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Non-Numeric (Qualitative) Data: Collect Your Own Data

Qualitative LibGuide to support data needs of students and researchers at University of Nevada, Las Vegas

Choosing a Method for Collecting Qualitative Data

Method

Overall Purpose

Advantages

Challenges

 Surveys
  •  Quickly and/or easily gets lots of  information from people in a non threatening way
  • can complete anonymously
  • inexpensive to administer
  • easy to compare and analyze
  • administer to many people
  • can get lots of data
  • many sample questionnaires already exist
  • might not get careful feedback
  • wording can bias client's responses
  • impersonal
  • may need sampling expert
  • doesn't get full story
 Interviews
  • Understand someone's impressions or experiences
  • Learn more about answers to questionnaires
  • get full range and depth of information
  • develops relationship with client
  • can be flexible with client
  • can take ime
  • can be hard to analyze and compare
  • can be costly
  • interviewer can bias client's responses
 Observation
  • Gather firsthand information about people, events, or programs
  • view operations of a program as they are actually occurring
  • can adapt to events as they occur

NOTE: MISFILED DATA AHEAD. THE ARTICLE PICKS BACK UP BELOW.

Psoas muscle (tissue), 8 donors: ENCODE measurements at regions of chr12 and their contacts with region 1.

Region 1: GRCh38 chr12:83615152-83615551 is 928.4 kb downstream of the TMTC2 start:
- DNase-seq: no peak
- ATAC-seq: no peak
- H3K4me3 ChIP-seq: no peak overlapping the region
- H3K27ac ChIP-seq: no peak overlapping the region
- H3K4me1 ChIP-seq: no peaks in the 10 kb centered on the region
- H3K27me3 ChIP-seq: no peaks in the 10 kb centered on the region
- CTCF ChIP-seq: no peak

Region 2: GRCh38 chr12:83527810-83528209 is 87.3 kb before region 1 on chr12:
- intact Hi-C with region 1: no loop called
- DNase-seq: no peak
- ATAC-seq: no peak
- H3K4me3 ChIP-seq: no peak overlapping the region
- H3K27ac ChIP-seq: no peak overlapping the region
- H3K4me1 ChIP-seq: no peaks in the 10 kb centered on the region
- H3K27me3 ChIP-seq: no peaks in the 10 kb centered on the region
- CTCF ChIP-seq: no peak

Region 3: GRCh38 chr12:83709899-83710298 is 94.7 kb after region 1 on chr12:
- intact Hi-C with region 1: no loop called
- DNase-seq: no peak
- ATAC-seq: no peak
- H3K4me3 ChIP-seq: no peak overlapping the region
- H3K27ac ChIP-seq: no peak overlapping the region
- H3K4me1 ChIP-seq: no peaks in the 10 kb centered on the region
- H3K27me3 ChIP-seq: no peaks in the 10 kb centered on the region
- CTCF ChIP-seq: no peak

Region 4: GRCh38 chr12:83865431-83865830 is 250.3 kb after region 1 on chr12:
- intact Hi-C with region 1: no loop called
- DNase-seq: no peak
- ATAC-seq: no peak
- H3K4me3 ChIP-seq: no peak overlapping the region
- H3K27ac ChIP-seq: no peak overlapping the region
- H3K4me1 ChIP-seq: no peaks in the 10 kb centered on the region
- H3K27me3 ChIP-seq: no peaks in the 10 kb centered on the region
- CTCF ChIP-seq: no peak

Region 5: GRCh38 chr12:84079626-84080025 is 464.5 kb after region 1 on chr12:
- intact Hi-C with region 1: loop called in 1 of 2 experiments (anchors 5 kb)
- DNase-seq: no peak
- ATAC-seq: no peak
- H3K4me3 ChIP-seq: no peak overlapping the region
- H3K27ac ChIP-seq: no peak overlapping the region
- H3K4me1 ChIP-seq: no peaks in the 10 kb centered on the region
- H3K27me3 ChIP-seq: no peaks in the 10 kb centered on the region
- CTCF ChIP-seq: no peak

• can be difficult to interpret seen behaviors
  • can be complex to categorize observations
  • can influence behaviors of program participants
  • can be expensive
 Focus groups
  • Explore a topic in depth through group discussion
  • quickly and reliably get common impressions
  • can be efficient way to get much range and depth of information in short time
  • can convey key information about programs
  • can be hard to analyze responses
  • need good facilitator for safety and closure
  • difficult to schedule 6-8 people together
 Case studies
  • Understand an experience or conduct comprehensive examination through cross comparison of cases
  • depicts client's experience in program input, process and results
  • powerful means to portray program to outsiders
  • usually time consuming to collect, organize and describe
  • represents depth of information, rather than breadth

Table was adapted from the Basic Guide to Program Evaluation, http://www.managementhelp.org/evaluatn/fnl_eval.htm#anchor1585345

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